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Z24CICW

Coinage in the Celtic World

Category: Celtic and Roman
£20.00

Coinage in the Celtic World by Daphne Nash
Soft back, 153 pages, Illustrated B&W, 14cm x 21.5cm


 

With over 200 illustrations of coins at actual size and 6 maps.

The ancient Celtic world stretched from Ireland to Galatia and from central Europe to northern Italy and parts of Spain in the second century BC. From the 6th century BC until the early 1st century AD the Celts were among the most important neighbours of the expanding Mediterranean states and empires; this book takes a fresh look at the complex relationship of the two worlds and provides a comprehensive historical background to Celtic coinage. This is an invaluable and fascinating survey of one of the most interesting and little-known ancient societies.

  • The Medeterranean background to Celtic coinage
  • Coinage in Rome's Gallic provinces
  • Coinage in Celtic society
  • The Celts outside Gaul
  • Celtic Gaul
  • Armorica and Belgic Gaul
  • Britain
  • Further reading
 

On the back cover:

The ancient Celtic world reached its zenith in the second century BC when it stretched from Ireland to Galatia and from central Europe to Northern Italy and parts of Spain. From the sixth century BC until the early first century AD the Celts were among the most important neighbours of the expanding Mediterranean states and empires; this book takes a fresh look at the complex relationship of the two worlds and provides a comprehensive historical background to Celtic coinage.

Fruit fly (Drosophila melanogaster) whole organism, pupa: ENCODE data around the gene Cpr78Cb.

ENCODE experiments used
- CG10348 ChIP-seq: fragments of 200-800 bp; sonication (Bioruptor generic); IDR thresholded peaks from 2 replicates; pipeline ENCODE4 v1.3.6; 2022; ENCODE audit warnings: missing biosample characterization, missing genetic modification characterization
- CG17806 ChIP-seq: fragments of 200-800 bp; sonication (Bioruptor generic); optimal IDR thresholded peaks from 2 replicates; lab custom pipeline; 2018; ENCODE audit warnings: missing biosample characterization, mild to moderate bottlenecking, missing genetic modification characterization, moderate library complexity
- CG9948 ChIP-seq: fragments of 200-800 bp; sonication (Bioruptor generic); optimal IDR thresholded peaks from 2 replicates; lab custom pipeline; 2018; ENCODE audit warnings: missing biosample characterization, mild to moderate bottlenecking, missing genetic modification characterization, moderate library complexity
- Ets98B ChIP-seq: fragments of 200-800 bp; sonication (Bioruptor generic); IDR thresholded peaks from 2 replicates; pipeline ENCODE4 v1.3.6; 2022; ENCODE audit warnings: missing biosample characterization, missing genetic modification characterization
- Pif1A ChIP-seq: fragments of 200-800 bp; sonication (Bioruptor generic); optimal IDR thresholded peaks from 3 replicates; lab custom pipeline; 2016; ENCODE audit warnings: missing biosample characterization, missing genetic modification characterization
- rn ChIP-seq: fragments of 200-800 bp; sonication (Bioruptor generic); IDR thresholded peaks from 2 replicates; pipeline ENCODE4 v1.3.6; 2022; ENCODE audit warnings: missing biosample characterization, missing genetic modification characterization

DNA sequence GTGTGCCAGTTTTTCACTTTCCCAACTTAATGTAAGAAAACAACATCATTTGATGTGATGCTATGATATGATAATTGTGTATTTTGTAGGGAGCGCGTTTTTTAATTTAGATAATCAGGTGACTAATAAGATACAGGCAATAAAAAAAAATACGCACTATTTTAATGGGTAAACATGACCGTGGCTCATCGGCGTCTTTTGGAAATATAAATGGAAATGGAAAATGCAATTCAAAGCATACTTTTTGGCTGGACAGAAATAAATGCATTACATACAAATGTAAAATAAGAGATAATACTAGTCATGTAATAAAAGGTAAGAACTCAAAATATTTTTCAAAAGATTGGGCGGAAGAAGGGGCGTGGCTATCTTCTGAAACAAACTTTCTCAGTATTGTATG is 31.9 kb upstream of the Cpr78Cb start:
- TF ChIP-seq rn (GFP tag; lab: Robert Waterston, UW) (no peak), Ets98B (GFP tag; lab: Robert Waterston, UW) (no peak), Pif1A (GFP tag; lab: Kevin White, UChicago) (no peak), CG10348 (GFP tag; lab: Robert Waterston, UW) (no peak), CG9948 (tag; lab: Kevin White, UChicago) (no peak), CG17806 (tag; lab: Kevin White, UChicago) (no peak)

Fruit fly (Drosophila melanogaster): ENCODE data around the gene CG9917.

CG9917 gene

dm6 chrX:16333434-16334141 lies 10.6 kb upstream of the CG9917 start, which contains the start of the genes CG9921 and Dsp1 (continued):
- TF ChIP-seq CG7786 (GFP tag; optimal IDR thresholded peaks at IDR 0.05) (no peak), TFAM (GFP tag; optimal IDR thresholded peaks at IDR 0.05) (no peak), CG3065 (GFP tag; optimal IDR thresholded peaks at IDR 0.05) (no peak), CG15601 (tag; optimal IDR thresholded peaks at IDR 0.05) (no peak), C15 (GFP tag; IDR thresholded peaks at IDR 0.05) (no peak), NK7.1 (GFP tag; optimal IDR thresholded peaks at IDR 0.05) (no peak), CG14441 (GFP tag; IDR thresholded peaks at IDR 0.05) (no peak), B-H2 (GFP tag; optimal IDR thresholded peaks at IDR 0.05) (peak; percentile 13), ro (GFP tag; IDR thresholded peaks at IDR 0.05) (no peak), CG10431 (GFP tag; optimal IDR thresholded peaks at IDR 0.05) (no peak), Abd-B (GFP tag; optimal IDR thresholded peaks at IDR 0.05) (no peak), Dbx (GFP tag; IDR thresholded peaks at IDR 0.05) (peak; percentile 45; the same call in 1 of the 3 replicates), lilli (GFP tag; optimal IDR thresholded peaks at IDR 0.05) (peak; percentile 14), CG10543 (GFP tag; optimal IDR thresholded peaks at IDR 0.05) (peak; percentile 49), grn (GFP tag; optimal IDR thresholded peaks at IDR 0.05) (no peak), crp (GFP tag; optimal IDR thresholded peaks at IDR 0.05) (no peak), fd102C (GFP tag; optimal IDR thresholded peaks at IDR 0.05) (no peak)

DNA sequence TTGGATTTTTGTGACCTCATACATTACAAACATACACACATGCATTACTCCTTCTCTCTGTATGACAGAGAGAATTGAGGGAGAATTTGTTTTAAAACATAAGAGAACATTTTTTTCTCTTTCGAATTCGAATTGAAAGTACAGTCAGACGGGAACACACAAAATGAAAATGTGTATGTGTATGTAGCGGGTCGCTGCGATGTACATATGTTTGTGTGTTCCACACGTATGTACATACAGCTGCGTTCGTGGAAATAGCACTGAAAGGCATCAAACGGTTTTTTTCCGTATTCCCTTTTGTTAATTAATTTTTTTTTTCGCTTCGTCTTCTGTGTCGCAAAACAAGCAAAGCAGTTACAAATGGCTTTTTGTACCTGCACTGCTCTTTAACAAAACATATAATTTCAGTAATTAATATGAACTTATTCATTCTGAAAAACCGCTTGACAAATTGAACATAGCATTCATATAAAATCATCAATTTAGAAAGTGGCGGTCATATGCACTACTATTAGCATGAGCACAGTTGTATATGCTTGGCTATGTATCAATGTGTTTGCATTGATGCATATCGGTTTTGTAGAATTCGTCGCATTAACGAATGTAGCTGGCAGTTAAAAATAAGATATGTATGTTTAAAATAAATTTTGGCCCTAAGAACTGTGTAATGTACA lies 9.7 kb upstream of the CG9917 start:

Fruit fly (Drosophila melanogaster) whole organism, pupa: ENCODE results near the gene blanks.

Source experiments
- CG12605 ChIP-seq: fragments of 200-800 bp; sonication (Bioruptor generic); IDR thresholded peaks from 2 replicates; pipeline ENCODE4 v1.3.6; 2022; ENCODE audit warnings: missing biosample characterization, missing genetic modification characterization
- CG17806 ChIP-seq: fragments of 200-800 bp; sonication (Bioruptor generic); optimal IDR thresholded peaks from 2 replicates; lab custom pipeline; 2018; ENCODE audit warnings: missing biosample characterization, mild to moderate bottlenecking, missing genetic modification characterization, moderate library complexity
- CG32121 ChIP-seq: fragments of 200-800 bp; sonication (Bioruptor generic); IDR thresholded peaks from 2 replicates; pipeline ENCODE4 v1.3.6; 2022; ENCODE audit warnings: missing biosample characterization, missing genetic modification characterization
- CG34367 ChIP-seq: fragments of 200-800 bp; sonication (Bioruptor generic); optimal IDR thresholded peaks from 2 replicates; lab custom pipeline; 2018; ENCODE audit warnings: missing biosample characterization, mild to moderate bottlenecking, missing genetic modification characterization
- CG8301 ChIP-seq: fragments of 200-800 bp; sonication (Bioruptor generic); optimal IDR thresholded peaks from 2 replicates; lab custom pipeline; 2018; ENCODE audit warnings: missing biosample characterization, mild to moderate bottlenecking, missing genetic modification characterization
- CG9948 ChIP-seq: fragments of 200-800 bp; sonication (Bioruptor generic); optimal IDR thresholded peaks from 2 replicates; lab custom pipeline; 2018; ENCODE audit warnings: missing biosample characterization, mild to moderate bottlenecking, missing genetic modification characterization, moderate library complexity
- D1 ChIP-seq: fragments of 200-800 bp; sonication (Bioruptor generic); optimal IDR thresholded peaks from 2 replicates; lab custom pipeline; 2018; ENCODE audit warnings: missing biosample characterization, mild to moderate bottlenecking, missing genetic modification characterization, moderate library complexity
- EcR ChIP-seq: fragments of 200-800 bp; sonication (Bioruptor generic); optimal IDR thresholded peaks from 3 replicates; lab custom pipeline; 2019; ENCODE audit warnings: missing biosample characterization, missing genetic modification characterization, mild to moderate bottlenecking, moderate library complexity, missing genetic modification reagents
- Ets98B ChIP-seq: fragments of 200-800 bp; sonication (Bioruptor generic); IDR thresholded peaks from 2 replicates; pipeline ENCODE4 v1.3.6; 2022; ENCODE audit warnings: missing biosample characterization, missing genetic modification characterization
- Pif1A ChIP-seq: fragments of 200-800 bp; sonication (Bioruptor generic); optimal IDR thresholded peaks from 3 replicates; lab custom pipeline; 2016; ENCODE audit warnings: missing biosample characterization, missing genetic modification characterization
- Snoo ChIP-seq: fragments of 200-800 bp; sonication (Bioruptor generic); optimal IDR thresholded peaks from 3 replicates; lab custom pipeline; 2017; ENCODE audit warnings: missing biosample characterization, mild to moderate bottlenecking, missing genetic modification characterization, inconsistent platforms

The entire history of the Celts' use of coinage falls between the late fourth century BC and the mid-first century AD. Dr. Nash traces the origins of Celtic coinage in the service of Celts as mercenaries during the fourth and third centuries BC. She argues that Celtic coinage itself was forced to develop as a direct response to Roman expansion within the Mediterranean world early in the second century BC. The economic growth of the coin-using Celts is related throughout their contact with Rome, whether as conquered dependants or as free societies outside her sphere, supplying raw materials and slaves. The social and political functions of coinage are also discussed, building up a complete picture of an intricate warrior society.

Over two hundred coins are illustrated at actual size and six maps are provided for useful reference. Collectors of Celtic coins, social and economic historians and all those interested in early European history will find this book an invaluable and fascinatin survey of one of the most interesting and little-known ancient societies.

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New
Book Category
Celtic and Roman
MPN
N/A
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